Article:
Deb Callahan, League of Conservation Voters
Deb Callahan is president of the League of Conservation Voters, based in Washington, D.C.
Monday, 23 Oct 2000
LOS ANGELES, Calif.
So, here I am writing a week of diaries for Grist Magazine to publish online. On the one hand, I’ll enjoy sharing my crazy week with Grist’s readers (I’m an avid Grist fan myself.) On the other hand, how can I possibly convey the election electricity, intensity, and unpredictability that pervades each day? Oh well, here goes nothing.
Today I traveled to Los Angeles so I can conduct the West Coast press conference to release the League of Conservation Voters’ 2000 National Environmental Scorecard. It’s amazing to think that this is the 30th year that LCV is releasing the Scorecard, which has become the standard for rating members of Congress on their performance on environmental issues.
Scorecard releases are a big deal at LCV. The national release press conference will be held in Washington, D.C., and C-SPAN will cover it live. This year, we also sent out approximately 150 local press releases throughout the country, and grassroots organizations are distributing about 40 state-specific releases nationwide. The old adage that “all politics are local” holds true for environmental politics, and the more we can get our information out to local news outlets, the more we influence politics. Check out the Scorecard to see how your representative did in Congress this year on key environmental votes.
This week will be full of a variety of events, each of which demands substantial preparation. For the Scorecard release on Tuesday, I’ll have to study the California scores, learn the details of the 21 votes we are grading the members on, review and edit my press statement and the press release, and think about potential answers to questions I may face.
On Wednesday, I will be doing press events in Los Angeles to expose the anti-environmental voting records of two of our Dirty Dozen targets: Reps. Steve Kuykendall and Jim Rogan. I have separate briefing books for each of those campaigns, and each briefing book contains relevant opposition research, environmental voting history and positions, internal LCV polls and other public polling information, candidate profiles, press information, scripts for ads we’re running, background sheets on state and local environmental issues, and a host of other information. It’s a lot of data to digest and retain, and I make sure to review my briefing books before every Dirty Dozen or Environmental Champions event that I do, especially those that involve press. Sometimes I think we might as well be running a presidential campaign, because our campaigns involve that level of breadth and complexity.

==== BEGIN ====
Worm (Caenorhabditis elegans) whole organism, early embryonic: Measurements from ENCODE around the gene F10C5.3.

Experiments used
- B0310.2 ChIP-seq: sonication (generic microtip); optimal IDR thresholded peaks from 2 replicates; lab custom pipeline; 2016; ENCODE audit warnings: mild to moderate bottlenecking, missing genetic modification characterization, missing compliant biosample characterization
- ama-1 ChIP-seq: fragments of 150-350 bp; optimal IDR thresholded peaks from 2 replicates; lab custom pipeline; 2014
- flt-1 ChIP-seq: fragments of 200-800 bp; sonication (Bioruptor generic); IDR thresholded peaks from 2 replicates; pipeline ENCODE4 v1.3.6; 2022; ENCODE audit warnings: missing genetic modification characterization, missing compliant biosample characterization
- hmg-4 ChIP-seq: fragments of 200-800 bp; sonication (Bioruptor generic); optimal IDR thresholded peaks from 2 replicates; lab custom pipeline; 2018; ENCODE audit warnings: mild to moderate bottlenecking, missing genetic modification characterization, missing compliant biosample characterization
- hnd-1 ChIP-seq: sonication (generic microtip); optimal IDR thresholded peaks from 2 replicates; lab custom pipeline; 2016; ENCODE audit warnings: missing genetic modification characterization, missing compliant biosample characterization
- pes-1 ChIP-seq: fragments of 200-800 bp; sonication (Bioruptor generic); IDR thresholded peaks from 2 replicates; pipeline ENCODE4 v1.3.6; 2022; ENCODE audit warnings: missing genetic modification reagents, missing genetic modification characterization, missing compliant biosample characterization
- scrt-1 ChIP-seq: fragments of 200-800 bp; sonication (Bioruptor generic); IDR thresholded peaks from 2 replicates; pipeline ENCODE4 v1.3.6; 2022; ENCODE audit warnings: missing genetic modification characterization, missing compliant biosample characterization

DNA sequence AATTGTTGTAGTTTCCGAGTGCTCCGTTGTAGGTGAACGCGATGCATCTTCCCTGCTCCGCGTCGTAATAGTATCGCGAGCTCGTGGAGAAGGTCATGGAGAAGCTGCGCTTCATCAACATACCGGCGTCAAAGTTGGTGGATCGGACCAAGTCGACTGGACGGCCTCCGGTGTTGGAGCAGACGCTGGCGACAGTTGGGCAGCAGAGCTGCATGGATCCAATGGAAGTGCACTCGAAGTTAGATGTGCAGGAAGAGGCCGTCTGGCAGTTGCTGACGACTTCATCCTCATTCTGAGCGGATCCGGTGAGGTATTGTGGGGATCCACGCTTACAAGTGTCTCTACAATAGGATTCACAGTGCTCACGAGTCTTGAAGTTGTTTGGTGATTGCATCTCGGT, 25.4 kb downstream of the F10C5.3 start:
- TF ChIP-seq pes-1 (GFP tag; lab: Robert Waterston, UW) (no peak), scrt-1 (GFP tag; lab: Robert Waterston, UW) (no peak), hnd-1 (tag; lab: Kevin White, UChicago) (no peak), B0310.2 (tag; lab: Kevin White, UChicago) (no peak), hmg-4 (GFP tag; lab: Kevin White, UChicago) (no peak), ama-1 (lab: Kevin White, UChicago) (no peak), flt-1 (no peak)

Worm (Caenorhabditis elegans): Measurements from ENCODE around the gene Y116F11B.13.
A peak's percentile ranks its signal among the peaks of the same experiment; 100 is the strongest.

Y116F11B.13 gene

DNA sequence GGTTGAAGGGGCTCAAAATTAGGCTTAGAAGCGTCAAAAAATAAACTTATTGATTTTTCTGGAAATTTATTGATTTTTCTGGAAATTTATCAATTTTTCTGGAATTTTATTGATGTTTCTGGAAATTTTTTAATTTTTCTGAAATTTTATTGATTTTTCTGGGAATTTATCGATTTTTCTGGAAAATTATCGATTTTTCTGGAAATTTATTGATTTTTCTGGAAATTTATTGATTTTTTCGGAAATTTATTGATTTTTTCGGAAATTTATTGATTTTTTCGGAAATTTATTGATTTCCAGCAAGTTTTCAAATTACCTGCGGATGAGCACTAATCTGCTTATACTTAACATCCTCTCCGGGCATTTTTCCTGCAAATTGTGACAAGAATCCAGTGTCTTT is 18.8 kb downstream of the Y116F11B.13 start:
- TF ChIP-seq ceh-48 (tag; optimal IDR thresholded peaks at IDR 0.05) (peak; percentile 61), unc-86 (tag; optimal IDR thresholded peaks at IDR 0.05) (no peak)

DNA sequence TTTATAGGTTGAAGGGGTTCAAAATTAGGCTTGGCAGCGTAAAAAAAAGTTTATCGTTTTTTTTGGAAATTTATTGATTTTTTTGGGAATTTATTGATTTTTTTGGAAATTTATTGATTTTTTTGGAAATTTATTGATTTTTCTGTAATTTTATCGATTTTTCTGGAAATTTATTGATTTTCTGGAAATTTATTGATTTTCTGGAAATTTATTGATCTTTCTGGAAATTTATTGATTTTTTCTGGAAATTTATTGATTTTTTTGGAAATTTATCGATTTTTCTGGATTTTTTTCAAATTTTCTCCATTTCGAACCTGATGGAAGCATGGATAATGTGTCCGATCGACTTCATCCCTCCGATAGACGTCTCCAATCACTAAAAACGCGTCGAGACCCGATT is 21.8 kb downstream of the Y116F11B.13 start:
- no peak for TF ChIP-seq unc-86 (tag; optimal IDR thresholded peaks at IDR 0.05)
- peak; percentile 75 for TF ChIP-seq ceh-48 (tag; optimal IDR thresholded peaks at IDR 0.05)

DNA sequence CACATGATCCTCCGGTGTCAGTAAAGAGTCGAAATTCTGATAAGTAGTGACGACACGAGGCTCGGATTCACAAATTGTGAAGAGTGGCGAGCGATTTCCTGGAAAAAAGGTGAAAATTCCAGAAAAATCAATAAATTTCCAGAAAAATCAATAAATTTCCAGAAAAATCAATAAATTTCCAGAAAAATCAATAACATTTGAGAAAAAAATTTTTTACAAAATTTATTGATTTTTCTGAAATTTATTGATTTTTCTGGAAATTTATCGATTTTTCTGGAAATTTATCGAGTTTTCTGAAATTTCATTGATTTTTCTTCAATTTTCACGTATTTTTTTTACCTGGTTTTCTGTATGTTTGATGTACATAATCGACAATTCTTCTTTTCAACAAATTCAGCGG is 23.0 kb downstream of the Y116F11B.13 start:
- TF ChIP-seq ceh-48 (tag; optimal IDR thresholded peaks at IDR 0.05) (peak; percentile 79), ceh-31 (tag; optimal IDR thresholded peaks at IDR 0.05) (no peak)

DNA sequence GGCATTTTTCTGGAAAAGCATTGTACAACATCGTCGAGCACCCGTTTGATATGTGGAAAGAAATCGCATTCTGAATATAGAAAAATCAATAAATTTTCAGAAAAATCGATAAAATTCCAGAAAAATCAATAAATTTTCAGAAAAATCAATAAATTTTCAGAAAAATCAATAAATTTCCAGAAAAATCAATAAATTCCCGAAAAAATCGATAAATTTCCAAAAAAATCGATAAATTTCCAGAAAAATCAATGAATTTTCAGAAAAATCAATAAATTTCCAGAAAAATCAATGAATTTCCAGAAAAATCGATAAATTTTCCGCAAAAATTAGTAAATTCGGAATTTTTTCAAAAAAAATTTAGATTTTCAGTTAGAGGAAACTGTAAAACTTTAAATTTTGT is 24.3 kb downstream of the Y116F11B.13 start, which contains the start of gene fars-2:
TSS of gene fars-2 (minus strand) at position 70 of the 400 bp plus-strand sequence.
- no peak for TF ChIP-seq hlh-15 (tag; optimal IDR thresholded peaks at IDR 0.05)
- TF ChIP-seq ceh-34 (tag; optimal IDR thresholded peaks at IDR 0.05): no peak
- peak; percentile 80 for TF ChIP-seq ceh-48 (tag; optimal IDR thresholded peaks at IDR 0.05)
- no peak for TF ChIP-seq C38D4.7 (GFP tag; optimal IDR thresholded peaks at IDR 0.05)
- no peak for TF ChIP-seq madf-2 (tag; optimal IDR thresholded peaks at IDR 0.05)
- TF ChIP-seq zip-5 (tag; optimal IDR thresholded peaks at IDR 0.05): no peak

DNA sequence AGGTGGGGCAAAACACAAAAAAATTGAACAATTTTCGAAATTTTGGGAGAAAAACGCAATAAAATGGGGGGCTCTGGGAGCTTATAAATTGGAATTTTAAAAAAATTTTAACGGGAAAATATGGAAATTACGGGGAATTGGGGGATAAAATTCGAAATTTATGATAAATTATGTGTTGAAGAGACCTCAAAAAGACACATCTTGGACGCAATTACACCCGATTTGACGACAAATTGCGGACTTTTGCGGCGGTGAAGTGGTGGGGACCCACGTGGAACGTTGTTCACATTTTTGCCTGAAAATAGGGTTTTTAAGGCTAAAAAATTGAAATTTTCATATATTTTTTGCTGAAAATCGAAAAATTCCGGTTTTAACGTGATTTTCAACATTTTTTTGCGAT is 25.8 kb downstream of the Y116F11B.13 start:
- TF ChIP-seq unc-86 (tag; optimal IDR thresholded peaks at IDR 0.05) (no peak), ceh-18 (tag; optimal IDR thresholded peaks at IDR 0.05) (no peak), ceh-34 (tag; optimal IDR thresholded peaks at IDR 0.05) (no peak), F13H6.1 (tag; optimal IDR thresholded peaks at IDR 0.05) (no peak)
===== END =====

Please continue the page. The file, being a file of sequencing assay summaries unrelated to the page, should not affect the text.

I think it’s important for these events to be successful, because both the Kuykendall and the Rogan races are too close to call right now. Our polls show that environmental issues could make a big difference in these two races. We’ll be doing lots more press, direct mail, and other activities to make sure our message gets across to the voters we’re targeting. Hopefully representatives who would be much better environmental voters in the Congress can replace these two members of our Dirty Dozen. Virtually every campaign we’re involved in this year is a tossup race, or in the famous words of Betsy Loyless, our political director, they’re “tighter than a tube sock.” I’ve tried to steal that line, but I have to say the delivery works better in her Southern accent than my Southern California one.
I don’t know what the outcome will be two weeks from tomorrow. I can honestly say that this is the most important election that I’ve worked on in 20 years. I hope the voters come to understand that the choices before us will change the future in a very serious way. The polls are making me crazy, so I’m focusing on my work and our plan. It’s like flying a plane through a storm. Watch the controls and fly the flight plan. Don’t look out the window at the stormy weather — concentrate on where you want to go but avoid the pockets of turbulence as best you can. And eventually, hopefully, you’ll have a soft landing.
I hope this election does provide a soft landing. Because the alternative is a crash. I’ll do my part. But soon it will be out of my hands, or any candidate’s, and into the voters’. Democracy. What a way to run a society. I wouldn’t have it any other way.
I’ll talk with you tomorrow.